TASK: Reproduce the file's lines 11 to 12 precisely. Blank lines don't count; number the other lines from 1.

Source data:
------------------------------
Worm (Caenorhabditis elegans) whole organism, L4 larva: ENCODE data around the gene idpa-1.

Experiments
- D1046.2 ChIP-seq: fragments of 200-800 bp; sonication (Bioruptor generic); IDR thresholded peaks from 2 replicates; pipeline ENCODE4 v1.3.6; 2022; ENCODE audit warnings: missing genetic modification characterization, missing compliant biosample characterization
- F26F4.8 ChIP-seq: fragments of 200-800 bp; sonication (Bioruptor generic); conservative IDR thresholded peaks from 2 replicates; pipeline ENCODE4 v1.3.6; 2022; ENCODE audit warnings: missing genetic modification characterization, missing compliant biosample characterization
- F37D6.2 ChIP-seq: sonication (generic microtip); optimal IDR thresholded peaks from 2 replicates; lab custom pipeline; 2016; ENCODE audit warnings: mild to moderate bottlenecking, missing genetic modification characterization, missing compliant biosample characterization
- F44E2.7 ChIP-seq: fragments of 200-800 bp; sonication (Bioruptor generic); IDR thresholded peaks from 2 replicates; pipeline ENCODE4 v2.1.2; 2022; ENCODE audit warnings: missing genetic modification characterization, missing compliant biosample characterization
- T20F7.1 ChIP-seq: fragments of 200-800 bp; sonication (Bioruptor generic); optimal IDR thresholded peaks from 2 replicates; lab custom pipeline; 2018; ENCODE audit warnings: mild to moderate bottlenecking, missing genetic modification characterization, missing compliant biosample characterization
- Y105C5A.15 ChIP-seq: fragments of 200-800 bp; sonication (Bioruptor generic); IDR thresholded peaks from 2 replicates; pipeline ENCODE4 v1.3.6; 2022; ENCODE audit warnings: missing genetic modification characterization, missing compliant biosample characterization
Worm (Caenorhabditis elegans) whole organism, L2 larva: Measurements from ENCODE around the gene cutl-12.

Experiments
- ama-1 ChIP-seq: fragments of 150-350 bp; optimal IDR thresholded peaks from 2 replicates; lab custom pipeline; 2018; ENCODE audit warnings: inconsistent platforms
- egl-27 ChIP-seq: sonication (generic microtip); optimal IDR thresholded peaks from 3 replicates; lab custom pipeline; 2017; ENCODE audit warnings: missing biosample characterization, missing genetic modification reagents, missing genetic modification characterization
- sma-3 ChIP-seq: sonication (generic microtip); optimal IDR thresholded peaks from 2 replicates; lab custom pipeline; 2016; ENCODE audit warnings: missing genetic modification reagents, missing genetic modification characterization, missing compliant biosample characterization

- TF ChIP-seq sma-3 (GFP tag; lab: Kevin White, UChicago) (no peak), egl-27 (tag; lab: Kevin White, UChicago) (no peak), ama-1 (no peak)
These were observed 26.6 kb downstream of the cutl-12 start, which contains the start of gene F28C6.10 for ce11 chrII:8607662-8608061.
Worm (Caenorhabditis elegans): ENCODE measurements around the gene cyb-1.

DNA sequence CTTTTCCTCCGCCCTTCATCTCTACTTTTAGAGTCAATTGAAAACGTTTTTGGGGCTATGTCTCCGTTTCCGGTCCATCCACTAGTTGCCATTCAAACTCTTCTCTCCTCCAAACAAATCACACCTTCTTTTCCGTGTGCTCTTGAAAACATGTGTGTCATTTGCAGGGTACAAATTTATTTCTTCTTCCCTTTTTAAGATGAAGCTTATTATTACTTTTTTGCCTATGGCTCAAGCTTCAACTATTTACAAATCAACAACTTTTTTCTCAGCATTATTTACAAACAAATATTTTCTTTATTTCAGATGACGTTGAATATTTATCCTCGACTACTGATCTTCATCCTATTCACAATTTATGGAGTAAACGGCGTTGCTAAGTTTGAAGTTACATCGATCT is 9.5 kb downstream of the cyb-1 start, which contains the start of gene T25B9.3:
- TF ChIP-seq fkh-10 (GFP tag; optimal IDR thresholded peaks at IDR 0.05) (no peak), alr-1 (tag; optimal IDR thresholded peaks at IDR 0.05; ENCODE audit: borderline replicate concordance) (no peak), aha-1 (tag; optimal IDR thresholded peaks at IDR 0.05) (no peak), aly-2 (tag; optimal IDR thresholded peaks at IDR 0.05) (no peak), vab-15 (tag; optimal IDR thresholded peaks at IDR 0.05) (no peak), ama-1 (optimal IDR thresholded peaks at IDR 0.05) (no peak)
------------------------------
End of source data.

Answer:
- ama-1 ChIP-seq: fragments of 150-350 bp; optimal IDR thresholded peaks from 2 replicates; lab custom pipeline; 2018; ENCODE audit warnings: inconsistent platforms
- egl-27 ChIP-seq: sonication (generic microtip); optimal IDR thresholded peaks from 3 replicates; lab custom pipeline; 2017; ENCODE audit warnings: missing biosample characterization, missing genetic modification reagents, missing genetic modification characterization